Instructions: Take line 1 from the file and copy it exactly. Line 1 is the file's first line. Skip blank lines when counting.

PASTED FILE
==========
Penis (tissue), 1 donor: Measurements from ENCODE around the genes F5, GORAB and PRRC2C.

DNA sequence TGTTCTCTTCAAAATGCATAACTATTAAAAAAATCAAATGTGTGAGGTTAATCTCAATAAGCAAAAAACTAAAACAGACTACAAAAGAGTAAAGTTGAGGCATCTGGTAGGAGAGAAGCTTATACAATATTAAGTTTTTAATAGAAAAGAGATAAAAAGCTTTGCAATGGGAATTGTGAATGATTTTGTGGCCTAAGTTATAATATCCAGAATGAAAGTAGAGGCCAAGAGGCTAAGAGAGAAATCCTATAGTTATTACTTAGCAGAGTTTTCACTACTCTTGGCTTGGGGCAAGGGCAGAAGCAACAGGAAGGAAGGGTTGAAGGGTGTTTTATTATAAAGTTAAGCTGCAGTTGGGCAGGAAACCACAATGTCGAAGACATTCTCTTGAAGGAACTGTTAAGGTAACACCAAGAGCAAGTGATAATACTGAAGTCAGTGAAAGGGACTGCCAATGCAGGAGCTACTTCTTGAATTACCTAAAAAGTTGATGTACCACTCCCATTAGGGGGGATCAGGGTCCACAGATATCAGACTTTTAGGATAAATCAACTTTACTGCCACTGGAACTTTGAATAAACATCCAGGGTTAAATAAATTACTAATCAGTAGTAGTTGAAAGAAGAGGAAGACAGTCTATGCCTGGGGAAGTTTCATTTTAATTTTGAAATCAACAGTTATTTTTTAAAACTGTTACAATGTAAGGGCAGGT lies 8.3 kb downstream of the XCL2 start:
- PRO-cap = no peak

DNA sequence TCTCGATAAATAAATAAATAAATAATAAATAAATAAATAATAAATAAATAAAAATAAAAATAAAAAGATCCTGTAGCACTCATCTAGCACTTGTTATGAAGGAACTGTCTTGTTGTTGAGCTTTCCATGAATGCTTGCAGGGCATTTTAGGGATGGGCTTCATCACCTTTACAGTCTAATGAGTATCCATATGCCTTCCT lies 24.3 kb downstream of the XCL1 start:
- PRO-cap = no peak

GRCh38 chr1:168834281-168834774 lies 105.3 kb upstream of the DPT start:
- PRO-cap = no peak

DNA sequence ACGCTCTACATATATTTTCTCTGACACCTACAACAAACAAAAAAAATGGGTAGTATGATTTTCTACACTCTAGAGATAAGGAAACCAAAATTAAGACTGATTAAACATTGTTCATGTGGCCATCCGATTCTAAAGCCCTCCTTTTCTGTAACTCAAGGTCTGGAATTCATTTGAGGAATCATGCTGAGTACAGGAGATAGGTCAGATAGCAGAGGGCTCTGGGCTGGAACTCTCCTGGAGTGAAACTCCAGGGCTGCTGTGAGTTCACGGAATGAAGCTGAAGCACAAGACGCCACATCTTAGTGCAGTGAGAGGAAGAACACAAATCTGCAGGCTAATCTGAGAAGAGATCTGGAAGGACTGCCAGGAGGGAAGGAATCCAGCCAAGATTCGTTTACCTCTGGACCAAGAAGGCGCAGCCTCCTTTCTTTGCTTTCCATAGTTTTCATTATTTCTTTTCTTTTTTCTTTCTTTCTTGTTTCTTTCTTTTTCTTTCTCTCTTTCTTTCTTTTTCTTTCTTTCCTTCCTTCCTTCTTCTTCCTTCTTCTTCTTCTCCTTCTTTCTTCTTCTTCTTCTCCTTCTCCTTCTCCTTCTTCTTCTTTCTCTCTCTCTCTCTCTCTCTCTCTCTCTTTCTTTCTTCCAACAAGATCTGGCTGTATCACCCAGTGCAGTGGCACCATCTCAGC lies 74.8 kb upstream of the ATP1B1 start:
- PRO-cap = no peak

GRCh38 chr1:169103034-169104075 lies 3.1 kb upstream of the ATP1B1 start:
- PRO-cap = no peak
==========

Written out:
Penis (tissue), 1 donor: Measurements from ENCODE around the genes F5, GORAB and PRRC2C.